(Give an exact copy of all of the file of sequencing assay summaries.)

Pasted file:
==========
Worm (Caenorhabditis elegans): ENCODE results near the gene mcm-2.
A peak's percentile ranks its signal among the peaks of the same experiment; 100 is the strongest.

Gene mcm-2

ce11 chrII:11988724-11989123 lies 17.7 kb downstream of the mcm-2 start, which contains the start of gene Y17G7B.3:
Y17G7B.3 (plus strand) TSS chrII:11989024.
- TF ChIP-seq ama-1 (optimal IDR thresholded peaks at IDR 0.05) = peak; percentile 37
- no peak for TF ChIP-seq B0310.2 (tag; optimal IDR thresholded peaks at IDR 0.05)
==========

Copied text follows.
Worm (Caenorhabditis elegans): ENCODE results near the gene mcm-2.
A peak's percentile ranks its signal among the peaks of the same experiment; 100 is the strongest.

Gene mcm-2

ce11 chrII:11988724-11989123 lies 17.7 kb downstream of the mcm-2 start, which contains the start of gene Y17G7B.3:
Y17G7B.3 (plus strand) TSS chrII:11989024.
- TF ChIP-seq ama-1 (optimal IDR thresholded peaks at IDR 0.05) = peak; percentile 37
- no peak for TF ChIP-seq B0310.2 (tag; optimal IDR thresholded peaks at IDR 0.05)